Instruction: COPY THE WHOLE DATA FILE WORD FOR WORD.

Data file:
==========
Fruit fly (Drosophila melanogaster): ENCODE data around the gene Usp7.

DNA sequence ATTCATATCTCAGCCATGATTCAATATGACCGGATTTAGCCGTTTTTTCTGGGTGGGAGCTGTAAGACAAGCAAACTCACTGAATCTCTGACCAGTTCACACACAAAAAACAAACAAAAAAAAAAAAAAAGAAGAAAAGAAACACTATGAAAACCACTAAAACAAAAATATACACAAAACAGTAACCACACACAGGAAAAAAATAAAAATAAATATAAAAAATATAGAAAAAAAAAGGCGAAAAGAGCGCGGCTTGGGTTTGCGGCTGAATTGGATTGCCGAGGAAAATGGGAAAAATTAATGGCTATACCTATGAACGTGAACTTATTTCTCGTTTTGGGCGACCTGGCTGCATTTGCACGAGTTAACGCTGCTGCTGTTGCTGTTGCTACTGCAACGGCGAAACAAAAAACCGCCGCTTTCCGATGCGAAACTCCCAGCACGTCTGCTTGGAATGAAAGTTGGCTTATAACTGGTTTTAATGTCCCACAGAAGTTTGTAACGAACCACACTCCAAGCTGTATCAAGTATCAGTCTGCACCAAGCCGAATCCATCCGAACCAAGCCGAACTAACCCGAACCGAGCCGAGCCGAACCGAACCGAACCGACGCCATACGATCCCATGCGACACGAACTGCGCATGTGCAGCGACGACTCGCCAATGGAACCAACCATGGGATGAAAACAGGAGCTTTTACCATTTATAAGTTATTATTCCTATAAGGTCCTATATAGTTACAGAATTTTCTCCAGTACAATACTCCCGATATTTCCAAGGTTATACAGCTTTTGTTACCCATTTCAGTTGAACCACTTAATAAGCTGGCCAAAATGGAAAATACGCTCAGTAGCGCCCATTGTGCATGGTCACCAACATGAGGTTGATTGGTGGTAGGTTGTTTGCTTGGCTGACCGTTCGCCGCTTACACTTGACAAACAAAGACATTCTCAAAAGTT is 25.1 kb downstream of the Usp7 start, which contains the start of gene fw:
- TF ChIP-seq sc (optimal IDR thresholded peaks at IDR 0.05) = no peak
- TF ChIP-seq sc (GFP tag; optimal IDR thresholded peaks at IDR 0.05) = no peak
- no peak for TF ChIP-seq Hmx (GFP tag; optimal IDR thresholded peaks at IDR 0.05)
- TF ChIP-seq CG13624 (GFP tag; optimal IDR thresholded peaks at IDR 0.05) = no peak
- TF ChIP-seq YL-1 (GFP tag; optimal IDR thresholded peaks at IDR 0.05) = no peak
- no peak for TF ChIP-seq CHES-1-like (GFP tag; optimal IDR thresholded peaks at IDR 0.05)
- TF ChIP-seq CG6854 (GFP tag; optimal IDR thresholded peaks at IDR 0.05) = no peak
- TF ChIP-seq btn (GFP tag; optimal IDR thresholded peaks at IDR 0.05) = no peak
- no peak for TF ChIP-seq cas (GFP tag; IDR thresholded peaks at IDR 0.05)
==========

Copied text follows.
Fruit fly (Drosophila melanogaster): ENCODE data around the gene Usp7.

DNA sequence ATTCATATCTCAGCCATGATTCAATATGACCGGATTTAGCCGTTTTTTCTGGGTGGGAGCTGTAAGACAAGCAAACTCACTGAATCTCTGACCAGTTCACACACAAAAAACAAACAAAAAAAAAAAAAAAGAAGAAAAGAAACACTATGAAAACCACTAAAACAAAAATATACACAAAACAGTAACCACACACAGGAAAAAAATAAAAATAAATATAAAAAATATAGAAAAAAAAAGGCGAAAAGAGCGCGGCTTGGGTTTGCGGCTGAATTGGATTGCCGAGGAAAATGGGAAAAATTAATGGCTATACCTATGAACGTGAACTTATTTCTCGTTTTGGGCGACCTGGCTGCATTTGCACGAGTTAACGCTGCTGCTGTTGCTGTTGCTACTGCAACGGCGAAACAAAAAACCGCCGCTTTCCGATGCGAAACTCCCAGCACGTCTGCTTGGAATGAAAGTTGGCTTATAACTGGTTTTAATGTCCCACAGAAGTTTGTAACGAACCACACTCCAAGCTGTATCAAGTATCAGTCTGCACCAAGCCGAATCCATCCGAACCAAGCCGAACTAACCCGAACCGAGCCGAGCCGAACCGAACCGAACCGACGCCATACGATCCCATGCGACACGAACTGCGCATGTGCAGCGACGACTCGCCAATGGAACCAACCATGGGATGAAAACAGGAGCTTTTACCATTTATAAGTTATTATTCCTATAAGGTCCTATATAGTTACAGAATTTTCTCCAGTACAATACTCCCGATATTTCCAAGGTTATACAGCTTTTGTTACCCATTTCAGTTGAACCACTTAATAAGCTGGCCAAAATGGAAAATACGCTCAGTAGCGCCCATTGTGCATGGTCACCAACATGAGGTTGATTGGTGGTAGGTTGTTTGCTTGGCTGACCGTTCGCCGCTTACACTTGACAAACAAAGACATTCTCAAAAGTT is 25.1 kb downstream of the Usp7 start, which contains the start of gene fw:
- TF ChIP-seq sc (optimal IDR thresholded peaks at IDR 0.05) = no peak
- TF ChIP-seq sc (GFP tag; optimal IDR thresholded peaks at IDR 0.05) = no peak
- no peak for TF ChIP-seq Hmx (GFP tag; optimal IDR thresholded peaks at IDR 0.05)
- TF ChIP-seq CG13624 (GFP tag; optimal IDR thresholded peaks at IDR 0.05) = no peak
- TF ChIP-seq YL-1 (GFP tag; optimal IDR thresholded peaks at IDR 0.05) = no peak
- no peak for TF ChIP-seq CHES-1-like (GFP tag; optimal IDR thresholded peaks at IDR 0.05)
- TF ChIP-seq CG6854 (GFP tag; optimal IDR thresholded peaks at IDR 0.05) = no peak
- TF ChIP-seq btn (GFP tag; optimal IDR thresholded peaks at IDR 0.05) = no peak
- no peak for TF ChIP-seq cas (GFP tag; IDR thresholded peaks at IDR 0.05)